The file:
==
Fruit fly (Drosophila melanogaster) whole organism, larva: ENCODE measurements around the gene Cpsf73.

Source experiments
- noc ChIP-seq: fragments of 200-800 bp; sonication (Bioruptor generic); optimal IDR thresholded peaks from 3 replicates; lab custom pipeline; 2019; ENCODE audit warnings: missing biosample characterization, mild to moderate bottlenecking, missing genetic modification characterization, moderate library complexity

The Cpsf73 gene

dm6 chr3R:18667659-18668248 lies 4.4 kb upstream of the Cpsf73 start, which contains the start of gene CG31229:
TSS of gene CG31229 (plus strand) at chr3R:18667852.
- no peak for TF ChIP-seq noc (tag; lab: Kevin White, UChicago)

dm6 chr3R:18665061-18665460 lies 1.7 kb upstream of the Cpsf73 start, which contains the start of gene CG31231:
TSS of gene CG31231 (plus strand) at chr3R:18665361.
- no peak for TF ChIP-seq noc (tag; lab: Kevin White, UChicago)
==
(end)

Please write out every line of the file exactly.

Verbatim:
Fruit fly (Drosophila melanogaster) whole organism, larva: ENCODE measurements around the gene Cpsf73.

Source experiments
- noc ChIP-seq: fragments of 200-800 bp; sonication (Bioruptor generic); optimal IDR thresholded peaks from 3 replicates; lab custom pipeline; 2019; ENCODE audit warnings: missing biosample characterization, mild to moderate bottlenecking, missing genetic modification characterization, moderate library complexity

The Cpsf73 gene

dm6 chr3R:18667659-18668248 lies 4.4 kb upstream of the Cpsf73 start, which contains the start of gene CG31229:
TSS of gene CG31229 (plus strand) at chr3R:18667852.
- no peak for TF ChIP-seq noc (tag; lab: Kevin White, UChicago)

dm6 chr3R:18665061-18665460 lies 1.7 kb upstream of the Cpsf73 start, which contains the start of gene CG31231:
TSS of gene CG31231 (plus strand) at chr3R:18665361.
- no peak for TF ChIP-seq noc (tag; lab: Kevin White, UChicago)